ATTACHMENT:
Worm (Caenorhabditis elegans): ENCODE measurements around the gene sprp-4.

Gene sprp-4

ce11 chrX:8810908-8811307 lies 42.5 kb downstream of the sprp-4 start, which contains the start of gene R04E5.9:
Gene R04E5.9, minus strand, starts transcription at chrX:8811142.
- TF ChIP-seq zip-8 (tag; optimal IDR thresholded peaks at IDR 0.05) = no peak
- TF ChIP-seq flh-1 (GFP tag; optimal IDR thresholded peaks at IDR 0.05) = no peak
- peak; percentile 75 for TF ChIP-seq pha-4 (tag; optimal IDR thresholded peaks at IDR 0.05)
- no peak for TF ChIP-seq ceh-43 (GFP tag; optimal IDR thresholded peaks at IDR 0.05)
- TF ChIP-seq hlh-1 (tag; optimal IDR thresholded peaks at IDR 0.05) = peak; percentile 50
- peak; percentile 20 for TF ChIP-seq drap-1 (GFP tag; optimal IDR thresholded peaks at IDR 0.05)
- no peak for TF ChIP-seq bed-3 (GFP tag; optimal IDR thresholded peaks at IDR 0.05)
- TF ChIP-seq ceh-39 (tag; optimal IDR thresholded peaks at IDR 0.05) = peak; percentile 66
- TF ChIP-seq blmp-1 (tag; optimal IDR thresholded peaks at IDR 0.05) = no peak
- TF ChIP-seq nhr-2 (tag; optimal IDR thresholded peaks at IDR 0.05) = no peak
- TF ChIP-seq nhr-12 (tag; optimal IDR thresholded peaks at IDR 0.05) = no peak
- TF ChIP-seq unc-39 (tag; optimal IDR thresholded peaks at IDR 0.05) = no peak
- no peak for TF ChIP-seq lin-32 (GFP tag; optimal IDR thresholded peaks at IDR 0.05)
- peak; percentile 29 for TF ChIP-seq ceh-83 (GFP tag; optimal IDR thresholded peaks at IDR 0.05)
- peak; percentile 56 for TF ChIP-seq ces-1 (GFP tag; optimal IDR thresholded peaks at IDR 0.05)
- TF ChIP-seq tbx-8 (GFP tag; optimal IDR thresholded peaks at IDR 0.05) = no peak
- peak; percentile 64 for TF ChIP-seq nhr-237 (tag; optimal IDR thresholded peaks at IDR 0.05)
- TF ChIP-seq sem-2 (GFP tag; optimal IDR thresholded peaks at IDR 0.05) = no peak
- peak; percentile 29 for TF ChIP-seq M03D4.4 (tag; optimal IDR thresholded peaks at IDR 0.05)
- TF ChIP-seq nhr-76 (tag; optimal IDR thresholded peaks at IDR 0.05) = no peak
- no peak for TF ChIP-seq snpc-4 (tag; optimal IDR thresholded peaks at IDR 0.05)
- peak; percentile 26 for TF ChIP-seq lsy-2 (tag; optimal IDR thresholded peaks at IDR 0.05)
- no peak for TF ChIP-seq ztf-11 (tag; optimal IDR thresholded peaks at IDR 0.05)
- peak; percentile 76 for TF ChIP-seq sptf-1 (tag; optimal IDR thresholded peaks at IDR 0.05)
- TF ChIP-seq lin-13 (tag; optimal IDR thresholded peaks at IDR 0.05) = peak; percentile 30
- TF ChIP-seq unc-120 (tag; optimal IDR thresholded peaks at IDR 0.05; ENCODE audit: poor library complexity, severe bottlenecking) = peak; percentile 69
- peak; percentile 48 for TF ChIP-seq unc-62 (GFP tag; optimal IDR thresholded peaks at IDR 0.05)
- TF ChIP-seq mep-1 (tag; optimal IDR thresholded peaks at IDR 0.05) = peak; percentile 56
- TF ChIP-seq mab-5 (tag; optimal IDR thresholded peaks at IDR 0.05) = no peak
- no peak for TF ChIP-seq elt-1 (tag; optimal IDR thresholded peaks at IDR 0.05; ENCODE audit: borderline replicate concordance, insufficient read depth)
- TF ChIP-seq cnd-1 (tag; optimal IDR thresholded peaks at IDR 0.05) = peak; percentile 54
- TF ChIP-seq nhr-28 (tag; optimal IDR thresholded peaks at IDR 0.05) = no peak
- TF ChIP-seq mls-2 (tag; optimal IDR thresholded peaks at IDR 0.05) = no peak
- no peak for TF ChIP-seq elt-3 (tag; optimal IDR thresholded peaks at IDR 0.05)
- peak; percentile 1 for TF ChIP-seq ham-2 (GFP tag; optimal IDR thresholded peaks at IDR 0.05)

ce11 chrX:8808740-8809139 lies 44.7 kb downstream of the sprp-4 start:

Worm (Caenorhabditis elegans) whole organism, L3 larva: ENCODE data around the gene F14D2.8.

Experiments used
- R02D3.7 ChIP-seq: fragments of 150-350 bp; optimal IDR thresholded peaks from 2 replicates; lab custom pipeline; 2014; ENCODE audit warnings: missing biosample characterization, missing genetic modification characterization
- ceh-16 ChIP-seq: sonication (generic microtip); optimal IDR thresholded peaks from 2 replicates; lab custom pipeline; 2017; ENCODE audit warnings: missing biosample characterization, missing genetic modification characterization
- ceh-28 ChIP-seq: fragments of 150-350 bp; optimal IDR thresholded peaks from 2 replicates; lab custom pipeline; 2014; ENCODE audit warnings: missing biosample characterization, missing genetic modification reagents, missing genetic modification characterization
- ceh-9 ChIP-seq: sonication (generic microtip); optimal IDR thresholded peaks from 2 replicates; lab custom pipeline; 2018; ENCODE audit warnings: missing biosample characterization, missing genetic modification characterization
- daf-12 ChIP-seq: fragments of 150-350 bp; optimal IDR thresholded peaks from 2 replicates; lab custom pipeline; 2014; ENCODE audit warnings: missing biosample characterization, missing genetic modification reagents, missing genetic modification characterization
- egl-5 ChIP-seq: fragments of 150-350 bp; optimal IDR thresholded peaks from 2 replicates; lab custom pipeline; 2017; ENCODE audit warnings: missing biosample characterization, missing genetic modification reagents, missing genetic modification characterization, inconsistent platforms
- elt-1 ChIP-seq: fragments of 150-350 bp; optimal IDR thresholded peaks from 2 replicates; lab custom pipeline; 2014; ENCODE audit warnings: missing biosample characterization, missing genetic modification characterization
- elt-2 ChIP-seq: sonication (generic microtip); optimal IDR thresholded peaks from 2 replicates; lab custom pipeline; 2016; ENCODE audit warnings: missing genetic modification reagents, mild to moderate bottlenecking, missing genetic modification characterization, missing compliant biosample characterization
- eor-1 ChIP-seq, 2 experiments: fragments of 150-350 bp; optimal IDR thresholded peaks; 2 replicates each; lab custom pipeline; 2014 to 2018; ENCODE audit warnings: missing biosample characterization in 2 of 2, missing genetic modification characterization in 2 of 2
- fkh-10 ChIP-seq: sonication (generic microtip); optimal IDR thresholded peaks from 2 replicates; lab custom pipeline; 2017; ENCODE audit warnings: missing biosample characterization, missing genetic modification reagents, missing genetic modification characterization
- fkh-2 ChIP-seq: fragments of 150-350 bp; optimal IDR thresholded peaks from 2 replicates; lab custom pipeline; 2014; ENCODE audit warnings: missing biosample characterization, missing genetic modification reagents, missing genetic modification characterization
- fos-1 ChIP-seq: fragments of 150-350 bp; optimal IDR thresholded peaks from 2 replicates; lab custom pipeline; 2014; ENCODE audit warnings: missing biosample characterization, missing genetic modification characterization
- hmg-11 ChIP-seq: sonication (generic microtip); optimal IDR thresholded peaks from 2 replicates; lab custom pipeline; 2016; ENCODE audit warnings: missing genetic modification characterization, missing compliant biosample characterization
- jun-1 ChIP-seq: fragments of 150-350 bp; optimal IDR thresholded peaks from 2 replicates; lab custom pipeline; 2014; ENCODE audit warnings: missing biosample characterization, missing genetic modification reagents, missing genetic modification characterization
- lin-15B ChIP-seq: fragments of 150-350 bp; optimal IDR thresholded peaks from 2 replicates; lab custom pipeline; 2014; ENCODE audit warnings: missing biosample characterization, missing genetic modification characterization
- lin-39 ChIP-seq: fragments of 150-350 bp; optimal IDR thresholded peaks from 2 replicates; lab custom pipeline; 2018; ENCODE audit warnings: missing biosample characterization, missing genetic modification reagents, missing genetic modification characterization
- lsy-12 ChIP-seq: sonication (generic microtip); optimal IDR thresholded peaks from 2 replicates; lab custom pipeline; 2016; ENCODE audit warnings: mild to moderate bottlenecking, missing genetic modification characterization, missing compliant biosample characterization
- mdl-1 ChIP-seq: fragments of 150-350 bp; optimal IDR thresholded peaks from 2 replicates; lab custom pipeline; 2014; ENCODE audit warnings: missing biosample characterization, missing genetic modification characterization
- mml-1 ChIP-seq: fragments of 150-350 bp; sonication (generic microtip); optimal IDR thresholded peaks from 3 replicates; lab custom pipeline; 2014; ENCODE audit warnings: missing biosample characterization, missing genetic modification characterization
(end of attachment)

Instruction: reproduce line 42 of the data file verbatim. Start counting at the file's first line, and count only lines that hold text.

Experiments used